Food made from genetically-modified organisms (GMOs) is a top-of-mind issue for some consumers, and the subject has been the focus of television programs like The Doctors, which recently featured a segment on GMOs and GMO labeling. We asked Dr. Patrick Byrne, professor of plant breeding and genetics at Colorado State University, to provide his opinion on the subject of labeling genetically modified foods.
Direct from health expert Joy Bauer, via Twitter (@JoyBauer) - a fun video that discusses the pros and cons of using Agave as an alternative sweetener and answers the question, "Is agave healthier than sugar?"
Want to be sure you're summer food preparation, cooking and storage skills are in tact? Take this quiz, developed by food expert Alice Henneman from the University of Nebraska - Lincoln, and let us know how you did! Do you have questions that the quiz didn't address? Let us know and we'll get our experts to respond!
States like Connecticut, Washington and California are taking a hard look at labeling food products with genetically modified ingredients, with advocates saying consumers have the right to know. Best Food Facts expert Dr. Peggy Lemaux was interviewed on the subject for a recent NPR story focused on the California initiative.
When you think of "real" food, what definition do you use? Please comment below!
Given that the vast majority of us are entrusting someone else to grow/raise our food, it's common to want to know who is producing it and what methods are used to ensure it is being done in a manner that meets our preferences. Based on an inquiry from http://www.fooddialogues.com/, we sought out the help of Dr. Dan Thomson, Kansas State University, and Dr. Peter Davies, University of Minnesota, to better understand how farmers care for their animals. In a nutshell, we learned that what matters most isn't the size of the farm, but the management practices that farmers use, to ensure good animal care.
At the beginning of 2012, the world population exceeded 7 billion people and is projected to increase to over 9 billion people by 2050. That means, to feed this fast-growing population, we need to figure out how to double our food production in the 38 years that remain between now and then. Thinking a bit more specific, and looking just at the United States' ability to produce food for U.S. residents, we received a question from http://www.fooddialogues.com/ and enlisted Dr. Tom Tomich from the University of California, Davis.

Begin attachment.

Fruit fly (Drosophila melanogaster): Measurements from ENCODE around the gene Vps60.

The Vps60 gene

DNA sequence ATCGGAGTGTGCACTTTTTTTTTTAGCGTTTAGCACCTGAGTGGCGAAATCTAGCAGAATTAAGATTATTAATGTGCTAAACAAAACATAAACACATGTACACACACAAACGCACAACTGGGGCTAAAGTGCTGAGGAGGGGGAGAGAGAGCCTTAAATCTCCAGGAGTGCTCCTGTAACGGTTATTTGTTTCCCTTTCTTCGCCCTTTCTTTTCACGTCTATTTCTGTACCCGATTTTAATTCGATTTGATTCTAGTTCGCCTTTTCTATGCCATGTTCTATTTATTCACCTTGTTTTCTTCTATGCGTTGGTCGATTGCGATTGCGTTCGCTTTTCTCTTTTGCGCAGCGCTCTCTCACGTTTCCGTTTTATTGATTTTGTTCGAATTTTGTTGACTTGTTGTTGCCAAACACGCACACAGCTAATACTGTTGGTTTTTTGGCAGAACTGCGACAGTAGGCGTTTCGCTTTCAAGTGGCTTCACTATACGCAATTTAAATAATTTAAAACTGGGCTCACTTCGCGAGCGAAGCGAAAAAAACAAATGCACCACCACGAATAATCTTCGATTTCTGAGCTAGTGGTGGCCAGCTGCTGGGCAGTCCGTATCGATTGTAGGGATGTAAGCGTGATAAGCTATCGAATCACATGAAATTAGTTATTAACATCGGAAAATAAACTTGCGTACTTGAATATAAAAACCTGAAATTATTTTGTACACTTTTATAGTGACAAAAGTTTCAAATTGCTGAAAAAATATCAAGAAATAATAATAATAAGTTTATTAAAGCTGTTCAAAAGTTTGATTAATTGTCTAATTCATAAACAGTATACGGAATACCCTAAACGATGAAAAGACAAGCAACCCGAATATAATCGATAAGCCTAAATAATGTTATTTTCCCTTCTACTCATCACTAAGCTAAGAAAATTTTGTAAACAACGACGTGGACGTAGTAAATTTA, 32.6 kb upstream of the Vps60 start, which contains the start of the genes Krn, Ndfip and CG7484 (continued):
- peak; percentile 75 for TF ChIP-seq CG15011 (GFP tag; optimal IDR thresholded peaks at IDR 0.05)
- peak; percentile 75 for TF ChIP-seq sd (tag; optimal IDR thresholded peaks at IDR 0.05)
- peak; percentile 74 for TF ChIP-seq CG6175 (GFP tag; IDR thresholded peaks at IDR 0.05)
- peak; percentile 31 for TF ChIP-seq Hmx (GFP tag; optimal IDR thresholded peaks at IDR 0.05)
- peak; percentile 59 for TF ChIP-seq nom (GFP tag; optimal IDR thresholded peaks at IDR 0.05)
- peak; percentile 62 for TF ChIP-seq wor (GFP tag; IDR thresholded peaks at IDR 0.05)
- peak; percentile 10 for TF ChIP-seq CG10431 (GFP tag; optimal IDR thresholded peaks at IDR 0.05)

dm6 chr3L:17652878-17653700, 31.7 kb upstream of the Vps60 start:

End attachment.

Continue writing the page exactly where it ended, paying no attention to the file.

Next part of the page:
Last September, Best Food Facts asked Dr. Robert Paarlberg to respond to a question, Can Organic Farming Feed the World? Dr. Paarlberg is the Betty Freyhof Johnson Class of 1944 Professor of Political Science at Wellesley College and Adjunct Professor of Public Policy at the Harvard Kennedy School, and Associate at Harvard’s Weatherhead Center for International Affairs. Since then, two blog posts - 6 Reasons Organics Can Feed the World and Industrial Agriculture Cannot Feed The World - have said otherwise. To follow up, we again asked Dr. Paarlberg to respond.
On April 24, 2012, a new case of bovine spongiform encephalopathy (BSE) - better known as "mad cow disease" - was confirmed. The animal infected was a dairy cow in central California. Here are the details you need to know to stay safe.
When you think of processed foods, what definition do you use?
A recent blog post from Food & Water Watch in the The Huffington Post raised concerns about genetically-engineered (GE) sweet corn. Previously, we posted information from experts regarding the effect of GE foods on human health. We asked those experts to weigh in on the GE sweet corn issue.
Merriam-Webster defines technology as, "A manner of accomplishing a task especially using processes, methods, or knowledge." We're used to technology with the latest mobile phones, music players and cars, for example, but what about technology in food production? We received a question from www.FoodDialogues.com asking about technology in food.
Recently, Best Food Facts received a question from Maddee asking, "What is the hormone level (estrogen) in beef compared to that of other animal protein products? With that, how does an animal that has been implanted with synthetic hormones (estrogen) excrete those hormones?”
To answer Maddee's question, Best Food Facts contacted Dr. Ann Macrina from Penn State.
Lean finely textured beef, also known as "pink slime," has made headlines around the world. From Jamie Oliver's YouTube video to stories from ABC News, you've probably heard all sides of the story by now. Many grocery stores have stopped selling ground beef that also contains lean finely textured beef. And schools can opt-out of receiving it, too.
Best Food Facts reader Nora had a couple questions about antibiotics and probiotics in food animals. We contacted Dr. Paul Ebner and Dr. Stuart Price to answer her questions.